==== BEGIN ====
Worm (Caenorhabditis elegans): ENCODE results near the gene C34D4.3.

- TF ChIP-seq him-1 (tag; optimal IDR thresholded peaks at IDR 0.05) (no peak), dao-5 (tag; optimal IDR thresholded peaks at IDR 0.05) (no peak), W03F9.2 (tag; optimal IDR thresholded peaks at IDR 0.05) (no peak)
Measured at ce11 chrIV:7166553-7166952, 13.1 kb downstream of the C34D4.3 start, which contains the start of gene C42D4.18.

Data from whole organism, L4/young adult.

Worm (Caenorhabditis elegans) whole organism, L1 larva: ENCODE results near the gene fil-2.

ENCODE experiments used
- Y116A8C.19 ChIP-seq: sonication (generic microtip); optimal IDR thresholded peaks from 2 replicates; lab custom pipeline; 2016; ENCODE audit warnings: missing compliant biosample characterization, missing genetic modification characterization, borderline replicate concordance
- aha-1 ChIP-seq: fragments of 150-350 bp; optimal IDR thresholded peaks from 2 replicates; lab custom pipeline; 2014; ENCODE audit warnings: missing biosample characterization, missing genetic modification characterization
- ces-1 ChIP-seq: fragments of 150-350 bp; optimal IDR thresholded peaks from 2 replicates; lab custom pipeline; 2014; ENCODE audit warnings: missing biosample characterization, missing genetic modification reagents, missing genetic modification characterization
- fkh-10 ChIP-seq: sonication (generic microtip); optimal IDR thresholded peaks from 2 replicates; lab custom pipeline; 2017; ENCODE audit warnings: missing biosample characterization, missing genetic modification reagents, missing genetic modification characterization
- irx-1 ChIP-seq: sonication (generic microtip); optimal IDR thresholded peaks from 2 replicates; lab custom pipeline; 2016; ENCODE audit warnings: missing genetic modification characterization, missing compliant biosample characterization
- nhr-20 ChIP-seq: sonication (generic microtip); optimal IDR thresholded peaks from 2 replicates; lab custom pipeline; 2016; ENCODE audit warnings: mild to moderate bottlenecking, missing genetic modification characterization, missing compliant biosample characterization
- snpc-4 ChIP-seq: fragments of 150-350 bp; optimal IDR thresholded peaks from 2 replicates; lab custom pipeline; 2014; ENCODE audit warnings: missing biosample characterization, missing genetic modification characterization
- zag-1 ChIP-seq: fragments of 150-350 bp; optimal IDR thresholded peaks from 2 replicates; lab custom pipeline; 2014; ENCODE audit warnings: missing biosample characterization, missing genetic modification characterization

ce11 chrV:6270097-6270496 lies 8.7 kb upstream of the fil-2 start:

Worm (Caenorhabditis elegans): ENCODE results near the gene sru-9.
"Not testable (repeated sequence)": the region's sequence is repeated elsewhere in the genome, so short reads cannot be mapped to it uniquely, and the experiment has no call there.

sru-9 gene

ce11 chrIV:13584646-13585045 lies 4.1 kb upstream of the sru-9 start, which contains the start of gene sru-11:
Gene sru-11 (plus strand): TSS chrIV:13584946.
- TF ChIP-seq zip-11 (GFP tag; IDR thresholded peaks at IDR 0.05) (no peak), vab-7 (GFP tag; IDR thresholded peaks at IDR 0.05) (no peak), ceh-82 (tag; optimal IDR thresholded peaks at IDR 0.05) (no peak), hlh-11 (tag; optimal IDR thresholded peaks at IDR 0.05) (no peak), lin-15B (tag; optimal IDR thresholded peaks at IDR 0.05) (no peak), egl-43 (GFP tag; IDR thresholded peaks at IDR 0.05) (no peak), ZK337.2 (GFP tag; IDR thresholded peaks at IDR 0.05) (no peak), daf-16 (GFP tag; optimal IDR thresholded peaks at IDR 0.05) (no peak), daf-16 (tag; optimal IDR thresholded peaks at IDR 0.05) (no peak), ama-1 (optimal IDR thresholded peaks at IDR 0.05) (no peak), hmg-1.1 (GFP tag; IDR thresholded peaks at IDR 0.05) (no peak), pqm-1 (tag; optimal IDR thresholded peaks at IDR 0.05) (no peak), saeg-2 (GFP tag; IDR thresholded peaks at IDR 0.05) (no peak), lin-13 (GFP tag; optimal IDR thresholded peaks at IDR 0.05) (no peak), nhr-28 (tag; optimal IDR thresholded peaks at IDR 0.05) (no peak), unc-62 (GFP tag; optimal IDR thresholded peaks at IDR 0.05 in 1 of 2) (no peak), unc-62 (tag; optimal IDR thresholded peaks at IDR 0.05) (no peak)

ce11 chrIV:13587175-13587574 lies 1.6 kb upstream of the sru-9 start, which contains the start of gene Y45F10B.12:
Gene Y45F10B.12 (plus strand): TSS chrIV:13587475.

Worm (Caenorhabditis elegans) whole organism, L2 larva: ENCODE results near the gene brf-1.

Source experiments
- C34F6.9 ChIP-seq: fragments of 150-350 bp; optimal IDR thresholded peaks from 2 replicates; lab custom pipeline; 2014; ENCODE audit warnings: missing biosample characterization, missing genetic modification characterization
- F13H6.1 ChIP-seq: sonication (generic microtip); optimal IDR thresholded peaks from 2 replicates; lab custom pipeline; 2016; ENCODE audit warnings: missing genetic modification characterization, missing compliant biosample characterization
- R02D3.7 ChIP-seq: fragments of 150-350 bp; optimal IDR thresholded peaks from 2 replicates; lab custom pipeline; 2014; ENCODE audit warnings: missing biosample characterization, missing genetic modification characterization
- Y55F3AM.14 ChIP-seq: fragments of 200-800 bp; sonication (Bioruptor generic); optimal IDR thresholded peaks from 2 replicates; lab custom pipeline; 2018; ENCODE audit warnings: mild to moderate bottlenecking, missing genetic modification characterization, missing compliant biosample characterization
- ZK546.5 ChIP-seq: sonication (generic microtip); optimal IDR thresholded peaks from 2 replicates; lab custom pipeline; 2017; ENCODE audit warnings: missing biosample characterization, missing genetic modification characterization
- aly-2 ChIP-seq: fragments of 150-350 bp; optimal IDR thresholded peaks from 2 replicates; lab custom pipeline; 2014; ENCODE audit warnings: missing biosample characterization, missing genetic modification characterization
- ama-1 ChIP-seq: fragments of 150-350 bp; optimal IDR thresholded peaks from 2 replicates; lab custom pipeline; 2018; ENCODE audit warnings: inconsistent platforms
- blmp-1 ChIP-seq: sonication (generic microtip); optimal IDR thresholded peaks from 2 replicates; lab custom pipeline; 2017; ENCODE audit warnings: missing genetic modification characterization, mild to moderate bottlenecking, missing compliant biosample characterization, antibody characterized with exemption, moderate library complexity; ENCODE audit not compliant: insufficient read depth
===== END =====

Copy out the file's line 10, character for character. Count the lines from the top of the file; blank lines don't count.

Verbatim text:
- fkh-10 ChIP-seq: sonication (generic microtip); optimal IDR thresholded peaks from 2 replicates; lab custom pipeline; 2017; ENCODE audit warnings: missing biosample characterization, missing genetic modification reagents, missing genetic modification characterization